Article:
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    What are the paris mines?

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  2. Mines of Paris - Wikipedia

    The mines of Paris comprise a number of abandoned, subterranean mines under Paris, France, connected together by galleries. Three main networks exist; the largest, known as the grand réseau sud, lies under the 5th, 6th, 14th and 15th arrondissements, a second under the 13th arrondissement, and a third under the 16th, though other minor networks are found under the 12th, 14th and 16th for instance. The commercial product was Lutetian limestone for use as a building material, as well as ...

  3. The Mines of Paris (in French Carrières de Paris — "quarries of Paris") are made up of a number of abandoned, underground mines under Paris, France, connected together by large chambers called galleries. Three main networks exist; the largest, called the grand réseau sud ("large south network"), lies under the Ve, VIe, XIVe and XVe arrondissements, a second under the XIIIe arrondissement, and a third under the XVIe, though other minor networks are found under the XIIe, XIVe and XVIe for ...

  4. Mines ParisTech - Wikipedia

    Mines ParisTech (officially École nationale supérieure des mines de Paris in French or Paris School of Mines in English, also known as École des mines de Paris, ENSMP, Mines Paris or simply les Mines), created in 1783 by King Louis XVI, is a French engineer school and a constituent college of Université PSL.

    • 1783; 237 years ago
    • Theory and Practice
  5. Catacombs of Paris - Wikipedia

    The Catacombs of Paris (French: Catacombes de Paris, pronunciation (help · info)) are underground ossuaries in Paris, France, which hold the remains of more than six million people in a small part of a tunnel network built to consolidate Paris' ancient stone quarries.

    • Place Denfert-Rochereau, 75014 Paris
    • Historic site
  6. École nationale supérieure des mines de Paris - Simple ...

    École nationale supérieure des mines de Paris is a graduate engineering school in France. It is in a campus of the PSL Reseach University (Northern France). Its different curricula lead to the following French & European degrees : Ingénieur Mines ParisTech (Centralien Graduate engineer Masters level program)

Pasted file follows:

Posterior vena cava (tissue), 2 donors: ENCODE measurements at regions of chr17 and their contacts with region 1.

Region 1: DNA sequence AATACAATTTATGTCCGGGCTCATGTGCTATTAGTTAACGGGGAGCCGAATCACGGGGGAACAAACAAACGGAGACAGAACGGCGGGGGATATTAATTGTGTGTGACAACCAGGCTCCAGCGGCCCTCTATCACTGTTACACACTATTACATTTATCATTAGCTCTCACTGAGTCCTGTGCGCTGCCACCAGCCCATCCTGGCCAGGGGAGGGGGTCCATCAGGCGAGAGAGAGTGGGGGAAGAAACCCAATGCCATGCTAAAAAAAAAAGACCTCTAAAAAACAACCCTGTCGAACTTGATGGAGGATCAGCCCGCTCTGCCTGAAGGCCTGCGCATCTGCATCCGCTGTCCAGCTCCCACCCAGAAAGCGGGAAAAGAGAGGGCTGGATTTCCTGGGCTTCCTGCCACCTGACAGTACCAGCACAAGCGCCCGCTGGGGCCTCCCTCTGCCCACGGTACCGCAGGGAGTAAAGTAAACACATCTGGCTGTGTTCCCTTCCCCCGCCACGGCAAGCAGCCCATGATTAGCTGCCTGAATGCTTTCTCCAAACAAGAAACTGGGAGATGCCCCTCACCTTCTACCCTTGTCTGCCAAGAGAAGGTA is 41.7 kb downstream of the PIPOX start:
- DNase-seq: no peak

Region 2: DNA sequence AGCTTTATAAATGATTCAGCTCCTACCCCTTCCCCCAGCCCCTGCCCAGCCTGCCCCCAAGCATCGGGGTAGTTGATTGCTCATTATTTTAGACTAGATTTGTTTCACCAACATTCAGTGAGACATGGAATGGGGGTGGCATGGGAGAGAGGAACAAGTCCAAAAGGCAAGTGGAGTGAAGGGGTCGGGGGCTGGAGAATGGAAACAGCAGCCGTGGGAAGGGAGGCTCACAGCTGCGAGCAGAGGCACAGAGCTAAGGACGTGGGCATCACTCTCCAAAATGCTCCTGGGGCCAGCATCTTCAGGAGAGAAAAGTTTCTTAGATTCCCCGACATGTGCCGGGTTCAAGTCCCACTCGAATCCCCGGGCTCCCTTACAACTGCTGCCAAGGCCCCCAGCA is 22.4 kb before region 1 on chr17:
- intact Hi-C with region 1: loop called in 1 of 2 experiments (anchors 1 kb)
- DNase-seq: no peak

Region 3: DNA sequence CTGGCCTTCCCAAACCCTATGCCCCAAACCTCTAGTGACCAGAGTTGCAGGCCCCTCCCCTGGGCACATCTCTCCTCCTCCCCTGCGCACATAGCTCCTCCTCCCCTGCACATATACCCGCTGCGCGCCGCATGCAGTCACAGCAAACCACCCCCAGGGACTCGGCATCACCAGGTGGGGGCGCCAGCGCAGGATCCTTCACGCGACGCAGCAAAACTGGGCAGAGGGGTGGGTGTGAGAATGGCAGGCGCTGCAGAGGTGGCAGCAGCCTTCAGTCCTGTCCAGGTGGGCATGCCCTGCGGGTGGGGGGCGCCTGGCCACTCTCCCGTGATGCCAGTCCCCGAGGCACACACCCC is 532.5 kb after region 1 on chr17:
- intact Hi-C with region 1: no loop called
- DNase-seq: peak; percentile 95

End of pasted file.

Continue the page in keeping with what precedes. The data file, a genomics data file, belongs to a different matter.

• 1783
    • Public, Graduate engineering school
  7. Talk:Mines of Paris - Wikipedia

    This is the talk page for discussing improvements to the Mines of Paris article. This is not a forum for general discussion of the article's subject. Put new text under old text. Click here to start a new topic. Please sign and date your posts by typing four tildes ( ~~~~). New to Wikipedia? Welcome! Ask questions, get answers.

  8. Mines ParisTech: Professional Ranking of World Universities ...

    Sciences Po Paris: France 18 University of Saint-Gallen: Switzerland: 19 = University of Sao-Paulo: Brazil: 19 = Northwestern University: US 21 = INSEAD: France 21 = University of Chicago: US 21 = Mines ParisTech: France 21 = WU Wien: Austria: 25 = Chuo University: Japan 25 = Cornell University: US 25 = Hitotsubashi University: Japan 25 = Kobe ...

  9. Institut Mines-Télécom - Wikipediaélécom

    Institut Mines-Télécom is a French public academic institution dedicated to Higher Education and Research for Innovation in the fields of engineering and digital technology, organized as a Collegiate University. Created in 1996, it was originally known as the "Groupe des écoles des télécommunications", or GET, followed by the "Institut Télécom". The Mines schools, which were placed under the administrative supervision of the Ministry of Industry, joined the Institut in March 2012 when ...

  10. The Catacombs Of Paris - Stranger Dimensions

    Oct 05, 2012 · It’s the resting place of the remains of six million people, hidden from sunlight in part of the underground mines of Paris, France. The Catacombs of Paris were created in the 18th century as an answer to the problem of overflowing cemeteries, particularly within the city limits.

  11. Gypsum - Wikipedia

    Gypsum is a soft sulfate mineral composed of calcium sulfate dihydrate, with the chemical formula CaSO 4 ·2H 2 O. It is widely mined and is used as a fertilizer and as the main constituent in many forms of plaster, blackboard/sidewalk chalk, and drywall.